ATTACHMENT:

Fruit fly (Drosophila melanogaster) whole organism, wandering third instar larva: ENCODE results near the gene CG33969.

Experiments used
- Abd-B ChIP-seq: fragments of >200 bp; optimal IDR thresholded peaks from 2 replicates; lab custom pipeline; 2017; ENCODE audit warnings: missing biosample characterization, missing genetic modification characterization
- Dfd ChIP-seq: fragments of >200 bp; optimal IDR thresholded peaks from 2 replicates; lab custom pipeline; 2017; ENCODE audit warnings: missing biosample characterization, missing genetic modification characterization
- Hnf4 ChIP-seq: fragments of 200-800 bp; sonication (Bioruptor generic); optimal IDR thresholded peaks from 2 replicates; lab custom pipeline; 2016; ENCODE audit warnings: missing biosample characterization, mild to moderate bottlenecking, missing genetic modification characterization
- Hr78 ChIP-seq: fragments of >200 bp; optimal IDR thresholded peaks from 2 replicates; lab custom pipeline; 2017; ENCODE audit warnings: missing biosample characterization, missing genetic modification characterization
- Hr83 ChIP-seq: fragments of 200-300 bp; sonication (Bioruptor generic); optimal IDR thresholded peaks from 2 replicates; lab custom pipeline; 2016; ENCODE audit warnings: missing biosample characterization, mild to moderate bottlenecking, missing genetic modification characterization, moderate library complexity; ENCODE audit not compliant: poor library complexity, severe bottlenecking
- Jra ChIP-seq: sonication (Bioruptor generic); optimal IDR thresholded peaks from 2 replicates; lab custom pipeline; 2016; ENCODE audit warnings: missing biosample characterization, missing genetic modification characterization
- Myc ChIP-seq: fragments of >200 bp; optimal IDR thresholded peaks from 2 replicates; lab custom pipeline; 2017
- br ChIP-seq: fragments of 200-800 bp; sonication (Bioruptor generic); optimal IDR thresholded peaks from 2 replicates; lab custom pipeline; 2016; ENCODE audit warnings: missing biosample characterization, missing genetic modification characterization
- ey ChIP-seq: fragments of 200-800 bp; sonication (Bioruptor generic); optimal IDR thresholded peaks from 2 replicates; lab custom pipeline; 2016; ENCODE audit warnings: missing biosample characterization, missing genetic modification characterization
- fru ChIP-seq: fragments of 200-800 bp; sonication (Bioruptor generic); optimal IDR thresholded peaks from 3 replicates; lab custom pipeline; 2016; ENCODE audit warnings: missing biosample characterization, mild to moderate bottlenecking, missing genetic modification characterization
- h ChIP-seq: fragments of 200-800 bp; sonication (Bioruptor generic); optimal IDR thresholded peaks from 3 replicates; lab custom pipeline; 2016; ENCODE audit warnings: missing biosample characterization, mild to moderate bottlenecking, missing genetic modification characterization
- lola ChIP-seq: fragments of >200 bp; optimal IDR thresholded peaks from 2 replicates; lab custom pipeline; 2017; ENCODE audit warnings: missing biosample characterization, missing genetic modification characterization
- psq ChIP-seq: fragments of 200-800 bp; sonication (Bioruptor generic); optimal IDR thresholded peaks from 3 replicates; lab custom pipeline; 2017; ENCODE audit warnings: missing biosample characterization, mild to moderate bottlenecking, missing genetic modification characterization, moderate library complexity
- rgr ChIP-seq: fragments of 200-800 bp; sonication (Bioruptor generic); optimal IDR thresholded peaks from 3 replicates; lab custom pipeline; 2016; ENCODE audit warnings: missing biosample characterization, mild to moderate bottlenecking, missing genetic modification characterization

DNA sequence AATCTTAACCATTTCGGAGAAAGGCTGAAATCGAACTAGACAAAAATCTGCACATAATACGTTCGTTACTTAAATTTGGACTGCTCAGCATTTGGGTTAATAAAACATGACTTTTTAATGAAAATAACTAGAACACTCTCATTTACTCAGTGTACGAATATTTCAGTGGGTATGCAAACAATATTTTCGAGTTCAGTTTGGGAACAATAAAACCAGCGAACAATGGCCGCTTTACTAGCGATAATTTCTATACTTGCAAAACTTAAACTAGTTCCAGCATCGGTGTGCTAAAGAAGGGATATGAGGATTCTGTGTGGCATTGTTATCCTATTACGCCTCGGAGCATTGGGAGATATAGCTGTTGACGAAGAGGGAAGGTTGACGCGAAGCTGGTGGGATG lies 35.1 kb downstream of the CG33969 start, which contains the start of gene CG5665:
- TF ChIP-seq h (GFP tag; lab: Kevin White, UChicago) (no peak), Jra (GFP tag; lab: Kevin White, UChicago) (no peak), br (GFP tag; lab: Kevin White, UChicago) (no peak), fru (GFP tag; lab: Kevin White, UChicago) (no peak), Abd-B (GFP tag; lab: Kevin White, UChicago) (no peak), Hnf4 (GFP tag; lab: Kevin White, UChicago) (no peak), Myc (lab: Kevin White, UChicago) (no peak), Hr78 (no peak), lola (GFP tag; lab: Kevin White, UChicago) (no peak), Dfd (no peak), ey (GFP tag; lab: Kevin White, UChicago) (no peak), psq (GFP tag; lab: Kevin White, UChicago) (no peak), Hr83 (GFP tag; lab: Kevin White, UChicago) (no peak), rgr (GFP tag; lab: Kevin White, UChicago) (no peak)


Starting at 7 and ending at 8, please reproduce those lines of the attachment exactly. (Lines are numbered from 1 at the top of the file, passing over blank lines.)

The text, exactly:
- Hr83 ChIP-seq: fragments of 200-300 bp; sonication (Bioruptor generic); optimal IDR thresholded peaks from 2 replicates; lab custom pipeline; 2016; ENCODE audit warnings: missing biosample characterization, mild to moderate bottlenecking, missing genetic modification characterization, moderate library complexity; ENCODE audit not compliant: poor library complexity, severe bottlenecking
- Jra ChIP-seq: sonication (Bioruptor generic); optimal IDR thresholded peaks from 2 replicates; lab custom pipeline; 2016; ENCODE audit warnings: missing biosample characterization, missing genetic modification characterization